It's hard to believe it was their 26th show since the Spring tour of their new album VII, but last Thursday night at The State Room, Blitzen Trapper gave Salt Lake City a passionate performance full of surprises.---
This is one band for whom a cliche truly applies; they really are better live. Songs that escaped my notice from the new record became favorites after hearing them live, like the groovy keyboard-heavy "Faces of You"- a song that really started off the first real hip-swaying of the night. By this time, lead singer Eric Earley was in typical Eric Earley-mode, adding a quick "yeah" after band members spoke up, and chuckling a little "ha ha" after ending each song. He doesn't really talk much.
Blitzen Trapper rattled through classics like, "Thirsty Man" and "Wild Mountain Nation," but the room temperature seemed to rise along with the crowd's warmth when "American Goldwing" came on, a beloved harmonica-rich, folksy-grass tune off Trapper's 6th album American Goldwing. It's soul-awakening lyrics generated the loudest applause of the night yet:
"We ride these waters dark and dusty / So ride my people ride / My lover's mind is made, it's made, and I think it's time to get on board."
Things stayed mellow with the next trio of beautiful, dark songs: "Black River Killer," "Lady on the Water," wrapping up nicely with the Elton John-like rock anthem "Astronaut." "Heart Attack", another track I previously underestimated until hearing live lead to the first big explosive moment of the night -Earley's badass guitar solo in which he held his guitar vertically and worked it for what seemed like a solid minute.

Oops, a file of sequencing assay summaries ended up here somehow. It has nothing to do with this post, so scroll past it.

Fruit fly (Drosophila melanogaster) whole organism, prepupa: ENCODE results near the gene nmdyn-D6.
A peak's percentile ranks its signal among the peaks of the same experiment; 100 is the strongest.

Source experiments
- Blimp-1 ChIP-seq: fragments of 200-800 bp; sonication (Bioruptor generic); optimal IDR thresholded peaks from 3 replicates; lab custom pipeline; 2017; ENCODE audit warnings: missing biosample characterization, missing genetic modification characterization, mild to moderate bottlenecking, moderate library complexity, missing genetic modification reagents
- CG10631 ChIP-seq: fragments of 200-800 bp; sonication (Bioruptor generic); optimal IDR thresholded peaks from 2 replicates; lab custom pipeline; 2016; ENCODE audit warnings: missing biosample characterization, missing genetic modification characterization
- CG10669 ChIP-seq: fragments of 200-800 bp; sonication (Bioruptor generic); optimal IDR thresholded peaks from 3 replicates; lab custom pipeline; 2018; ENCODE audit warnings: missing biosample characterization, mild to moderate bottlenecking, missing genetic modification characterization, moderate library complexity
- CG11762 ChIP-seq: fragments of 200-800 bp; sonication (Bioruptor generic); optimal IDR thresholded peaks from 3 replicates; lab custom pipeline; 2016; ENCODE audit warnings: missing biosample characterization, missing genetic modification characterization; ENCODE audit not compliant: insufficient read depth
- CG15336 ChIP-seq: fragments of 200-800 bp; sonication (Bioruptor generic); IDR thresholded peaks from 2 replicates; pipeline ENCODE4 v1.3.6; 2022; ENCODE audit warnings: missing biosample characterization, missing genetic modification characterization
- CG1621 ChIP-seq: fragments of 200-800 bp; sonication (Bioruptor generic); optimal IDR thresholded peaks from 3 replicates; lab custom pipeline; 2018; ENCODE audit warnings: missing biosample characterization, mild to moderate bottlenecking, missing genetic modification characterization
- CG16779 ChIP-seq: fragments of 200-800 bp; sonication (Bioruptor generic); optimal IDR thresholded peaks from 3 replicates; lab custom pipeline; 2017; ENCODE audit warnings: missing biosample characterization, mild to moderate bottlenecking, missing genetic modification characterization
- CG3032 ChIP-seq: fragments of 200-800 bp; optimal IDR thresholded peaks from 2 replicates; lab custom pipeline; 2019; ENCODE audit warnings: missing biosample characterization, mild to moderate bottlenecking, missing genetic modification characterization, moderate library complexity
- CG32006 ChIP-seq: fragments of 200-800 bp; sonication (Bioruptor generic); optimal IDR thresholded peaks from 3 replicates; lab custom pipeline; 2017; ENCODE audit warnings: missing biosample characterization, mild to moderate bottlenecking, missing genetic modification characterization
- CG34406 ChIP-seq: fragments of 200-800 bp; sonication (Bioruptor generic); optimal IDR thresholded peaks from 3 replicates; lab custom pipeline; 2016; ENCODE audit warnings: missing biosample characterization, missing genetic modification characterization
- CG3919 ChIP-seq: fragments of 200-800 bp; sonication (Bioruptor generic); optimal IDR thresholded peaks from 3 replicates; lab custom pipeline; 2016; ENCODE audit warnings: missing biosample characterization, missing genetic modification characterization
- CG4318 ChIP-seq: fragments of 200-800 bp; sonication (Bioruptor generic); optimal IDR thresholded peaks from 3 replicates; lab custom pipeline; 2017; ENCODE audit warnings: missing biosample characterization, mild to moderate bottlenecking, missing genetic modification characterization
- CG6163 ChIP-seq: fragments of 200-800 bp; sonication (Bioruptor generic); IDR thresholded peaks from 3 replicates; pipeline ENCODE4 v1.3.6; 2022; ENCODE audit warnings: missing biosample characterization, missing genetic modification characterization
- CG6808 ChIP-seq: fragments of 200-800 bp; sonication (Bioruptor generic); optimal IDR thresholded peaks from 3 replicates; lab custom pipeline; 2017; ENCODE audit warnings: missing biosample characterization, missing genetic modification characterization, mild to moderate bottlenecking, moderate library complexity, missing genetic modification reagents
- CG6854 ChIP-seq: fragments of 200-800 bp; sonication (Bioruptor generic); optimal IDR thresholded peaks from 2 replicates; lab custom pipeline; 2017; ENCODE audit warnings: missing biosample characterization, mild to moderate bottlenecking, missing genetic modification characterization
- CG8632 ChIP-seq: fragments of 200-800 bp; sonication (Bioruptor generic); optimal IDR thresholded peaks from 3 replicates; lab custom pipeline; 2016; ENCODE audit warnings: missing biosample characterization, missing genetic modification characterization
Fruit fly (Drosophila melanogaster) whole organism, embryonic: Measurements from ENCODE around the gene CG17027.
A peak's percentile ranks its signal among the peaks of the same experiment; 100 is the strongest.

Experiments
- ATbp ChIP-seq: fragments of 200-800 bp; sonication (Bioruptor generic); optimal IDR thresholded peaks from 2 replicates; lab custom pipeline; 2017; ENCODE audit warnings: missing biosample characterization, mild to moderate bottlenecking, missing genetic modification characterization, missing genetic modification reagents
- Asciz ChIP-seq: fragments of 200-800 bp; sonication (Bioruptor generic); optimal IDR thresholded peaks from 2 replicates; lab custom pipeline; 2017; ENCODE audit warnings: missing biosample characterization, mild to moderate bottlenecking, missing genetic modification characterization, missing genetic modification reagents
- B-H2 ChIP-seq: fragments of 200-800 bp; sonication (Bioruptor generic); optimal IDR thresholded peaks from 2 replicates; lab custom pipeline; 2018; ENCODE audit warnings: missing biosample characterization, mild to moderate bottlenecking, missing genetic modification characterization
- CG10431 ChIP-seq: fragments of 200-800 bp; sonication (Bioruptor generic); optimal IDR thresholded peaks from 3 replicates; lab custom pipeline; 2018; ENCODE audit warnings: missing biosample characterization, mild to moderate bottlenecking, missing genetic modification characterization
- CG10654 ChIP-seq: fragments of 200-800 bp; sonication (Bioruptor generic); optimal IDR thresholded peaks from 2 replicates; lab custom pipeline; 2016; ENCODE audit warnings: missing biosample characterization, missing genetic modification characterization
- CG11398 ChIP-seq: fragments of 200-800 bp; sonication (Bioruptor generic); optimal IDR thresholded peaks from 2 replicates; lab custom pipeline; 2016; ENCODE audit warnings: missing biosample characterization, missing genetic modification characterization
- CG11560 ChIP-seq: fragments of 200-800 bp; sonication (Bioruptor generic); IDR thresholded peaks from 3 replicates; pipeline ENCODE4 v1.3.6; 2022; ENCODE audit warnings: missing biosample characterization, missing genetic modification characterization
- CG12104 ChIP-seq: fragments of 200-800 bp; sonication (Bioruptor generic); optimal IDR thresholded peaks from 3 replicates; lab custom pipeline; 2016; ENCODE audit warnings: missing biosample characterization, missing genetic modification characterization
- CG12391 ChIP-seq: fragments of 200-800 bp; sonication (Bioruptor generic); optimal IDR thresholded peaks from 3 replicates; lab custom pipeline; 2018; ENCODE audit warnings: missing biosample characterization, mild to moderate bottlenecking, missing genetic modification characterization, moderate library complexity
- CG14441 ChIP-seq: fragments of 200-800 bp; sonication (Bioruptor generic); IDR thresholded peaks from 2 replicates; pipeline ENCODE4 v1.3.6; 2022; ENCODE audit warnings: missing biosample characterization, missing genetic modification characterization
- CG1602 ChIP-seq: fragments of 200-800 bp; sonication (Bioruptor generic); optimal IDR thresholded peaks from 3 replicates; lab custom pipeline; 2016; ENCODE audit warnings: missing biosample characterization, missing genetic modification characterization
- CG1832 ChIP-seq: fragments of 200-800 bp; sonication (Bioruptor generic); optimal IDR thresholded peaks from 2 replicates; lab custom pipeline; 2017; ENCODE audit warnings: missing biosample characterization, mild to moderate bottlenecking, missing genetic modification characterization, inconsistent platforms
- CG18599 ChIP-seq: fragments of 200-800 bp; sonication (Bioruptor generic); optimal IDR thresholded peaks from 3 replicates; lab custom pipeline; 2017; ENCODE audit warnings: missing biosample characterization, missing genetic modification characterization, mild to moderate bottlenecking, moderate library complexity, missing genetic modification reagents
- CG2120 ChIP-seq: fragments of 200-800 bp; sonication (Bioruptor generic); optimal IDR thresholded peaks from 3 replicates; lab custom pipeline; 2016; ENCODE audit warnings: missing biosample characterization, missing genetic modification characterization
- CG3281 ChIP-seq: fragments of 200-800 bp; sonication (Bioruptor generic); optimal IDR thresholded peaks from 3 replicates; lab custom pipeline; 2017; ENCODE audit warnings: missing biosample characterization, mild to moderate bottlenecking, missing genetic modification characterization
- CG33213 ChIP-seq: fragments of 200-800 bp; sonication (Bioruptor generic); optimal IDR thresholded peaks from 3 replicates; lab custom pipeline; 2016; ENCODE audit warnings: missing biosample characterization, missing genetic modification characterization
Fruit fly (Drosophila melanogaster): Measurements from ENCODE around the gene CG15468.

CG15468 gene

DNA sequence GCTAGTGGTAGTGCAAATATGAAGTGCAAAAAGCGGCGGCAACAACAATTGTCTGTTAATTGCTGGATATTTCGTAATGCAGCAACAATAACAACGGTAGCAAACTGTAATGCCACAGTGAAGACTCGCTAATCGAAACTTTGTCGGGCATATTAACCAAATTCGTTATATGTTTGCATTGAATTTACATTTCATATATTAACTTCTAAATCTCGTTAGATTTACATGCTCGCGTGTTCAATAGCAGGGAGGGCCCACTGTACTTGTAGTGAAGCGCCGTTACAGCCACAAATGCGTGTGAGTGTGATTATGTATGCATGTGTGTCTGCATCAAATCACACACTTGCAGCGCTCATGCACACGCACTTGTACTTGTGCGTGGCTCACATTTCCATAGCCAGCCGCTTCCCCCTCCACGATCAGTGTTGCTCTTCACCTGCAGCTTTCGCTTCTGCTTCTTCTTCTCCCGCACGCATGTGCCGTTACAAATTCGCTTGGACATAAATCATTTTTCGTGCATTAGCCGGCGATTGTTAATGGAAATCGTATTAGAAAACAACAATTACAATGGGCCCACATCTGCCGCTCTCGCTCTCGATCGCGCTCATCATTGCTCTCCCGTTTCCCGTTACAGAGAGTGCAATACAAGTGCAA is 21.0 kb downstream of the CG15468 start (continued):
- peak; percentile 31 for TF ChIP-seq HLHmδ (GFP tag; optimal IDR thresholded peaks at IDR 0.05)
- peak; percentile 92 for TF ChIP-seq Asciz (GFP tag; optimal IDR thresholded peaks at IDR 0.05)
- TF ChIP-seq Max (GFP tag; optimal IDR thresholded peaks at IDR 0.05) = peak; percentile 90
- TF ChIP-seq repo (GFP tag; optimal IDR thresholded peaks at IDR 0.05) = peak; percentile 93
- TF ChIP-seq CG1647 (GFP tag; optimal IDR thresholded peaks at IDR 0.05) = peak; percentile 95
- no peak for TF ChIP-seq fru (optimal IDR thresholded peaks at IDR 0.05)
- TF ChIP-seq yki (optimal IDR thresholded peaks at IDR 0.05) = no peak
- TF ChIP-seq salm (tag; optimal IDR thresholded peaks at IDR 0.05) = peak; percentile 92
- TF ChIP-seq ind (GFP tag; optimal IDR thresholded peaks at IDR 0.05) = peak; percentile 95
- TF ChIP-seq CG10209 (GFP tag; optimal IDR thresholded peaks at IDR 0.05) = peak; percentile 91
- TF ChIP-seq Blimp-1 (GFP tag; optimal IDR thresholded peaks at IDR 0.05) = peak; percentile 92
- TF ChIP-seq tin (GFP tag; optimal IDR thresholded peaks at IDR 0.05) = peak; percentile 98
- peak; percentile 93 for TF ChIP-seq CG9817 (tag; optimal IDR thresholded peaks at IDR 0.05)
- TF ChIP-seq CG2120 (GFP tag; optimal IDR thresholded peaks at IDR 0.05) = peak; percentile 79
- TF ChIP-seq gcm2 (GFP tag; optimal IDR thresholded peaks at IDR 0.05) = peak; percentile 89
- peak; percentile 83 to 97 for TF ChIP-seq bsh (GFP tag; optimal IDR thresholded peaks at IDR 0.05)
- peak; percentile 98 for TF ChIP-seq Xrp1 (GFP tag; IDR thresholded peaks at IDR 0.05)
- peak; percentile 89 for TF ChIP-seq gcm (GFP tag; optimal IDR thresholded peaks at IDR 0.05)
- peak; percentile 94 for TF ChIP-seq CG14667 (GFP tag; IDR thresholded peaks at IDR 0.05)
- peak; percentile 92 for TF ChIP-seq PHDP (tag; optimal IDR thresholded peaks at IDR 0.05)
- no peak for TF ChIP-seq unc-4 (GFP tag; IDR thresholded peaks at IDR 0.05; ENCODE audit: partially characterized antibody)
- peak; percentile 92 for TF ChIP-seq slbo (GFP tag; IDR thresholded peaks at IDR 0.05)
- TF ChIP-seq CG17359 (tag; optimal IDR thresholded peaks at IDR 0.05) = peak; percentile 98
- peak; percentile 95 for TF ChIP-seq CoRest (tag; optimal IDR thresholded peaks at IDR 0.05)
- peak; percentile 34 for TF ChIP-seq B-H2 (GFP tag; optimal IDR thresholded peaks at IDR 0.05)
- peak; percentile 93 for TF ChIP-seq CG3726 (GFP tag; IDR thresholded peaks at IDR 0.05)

Still short for words, Earley was playful with the crowd, making funny faces and gestures at people. During the upbeat, dance-worthy tune "Shine On" he finally gave a shout out to one duo who'd been dancing together with matching moves, saying "that's the best dancing I've seen in a while…all synchronized."
Things came to a close with favorite Trapper tunes like "Love the Way You Walk Away" and a slower, more intense version of "Furr." A longer than usual wait before the encore had Earley back out on his own with guitar and harmonica, to give us one last somber lullaby, "Stranger in a Strange Land," a sound in which he seems to channel a nice Willie Nelson/Bob Dillon blend.
Just when we thought it was time to say goodbye, the rest of the band stepped out on stage announcing a new cover. It seemed like forever while the crowd whistled and hooted in suspense. Chris Isaac's "Wicked Games" was the surprise cover, which was somewhat underwhelming. They quickly redeemed themselves with the best thrill of the night, Lenny Kravitz’s, “Are You Gonna Go My Way," proving their level of talent and ability to deliver a damn good show—even if it’s the last of a series of shows.